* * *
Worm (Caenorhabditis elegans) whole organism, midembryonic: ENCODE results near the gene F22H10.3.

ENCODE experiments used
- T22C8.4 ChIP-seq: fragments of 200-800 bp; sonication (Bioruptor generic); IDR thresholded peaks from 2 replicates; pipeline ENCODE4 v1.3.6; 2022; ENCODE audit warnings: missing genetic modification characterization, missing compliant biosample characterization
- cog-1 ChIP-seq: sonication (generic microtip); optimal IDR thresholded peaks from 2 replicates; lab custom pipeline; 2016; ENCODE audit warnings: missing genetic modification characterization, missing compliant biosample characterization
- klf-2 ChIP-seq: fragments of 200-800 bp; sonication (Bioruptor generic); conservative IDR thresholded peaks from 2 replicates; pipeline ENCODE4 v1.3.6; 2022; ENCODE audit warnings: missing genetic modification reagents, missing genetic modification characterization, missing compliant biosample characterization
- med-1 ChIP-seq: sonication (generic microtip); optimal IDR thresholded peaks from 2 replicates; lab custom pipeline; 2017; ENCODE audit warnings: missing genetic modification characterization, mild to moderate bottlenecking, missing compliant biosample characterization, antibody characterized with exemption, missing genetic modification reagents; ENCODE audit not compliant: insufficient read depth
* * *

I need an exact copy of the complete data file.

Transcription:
Worm (Caenorhabditis elegans) whole organism, midembryonic: ENCODE results near the gene F22H10.3.

ENCODE experiments used
- T22C8.4 ChIP-seq: fragments of 200-800 bp; sonication (Bioruptor generic); IDR thresholded peaks from 2 replicates; pipeline ENCODE4 v1.3.6; 2022; ENCODE audit warnings: missing genetic modification characterization, missing compliant biosample characterization
- cog-1 ChIP-seq: sonication (generic microtip); optimal IDR thresholded peaks from 2 replicates; lab custom pipeline; 2016; ENCODE audit warnings: missing genetic modification characterization, missing compliant biosample characterization
- klf-2 ChIP-seq: fragments of 200-800 bp; sonication (Bioruptor generic); conservative IDR thresholded peaks from 2 replicates; pipeline ENCODE4 v1.3.6; 2022; ENCODE audit warnings: missing genetic modification reagents, missing genetic modification characterization, missing compliant biosample characterization
- med-1 ChIP-seq: sonication (generic microtip); optimal IDR thresholded peaks from 2 replicates; lab custom pipeline; 2017; ENCODE audit warnings: missing genetic modification characterization, mild to moderate bottlenecking, missing compliant biosample characterization, antibody characterized with exemption, missing genetic modification reagents; ENCODE audit not compliant: insufficient read depth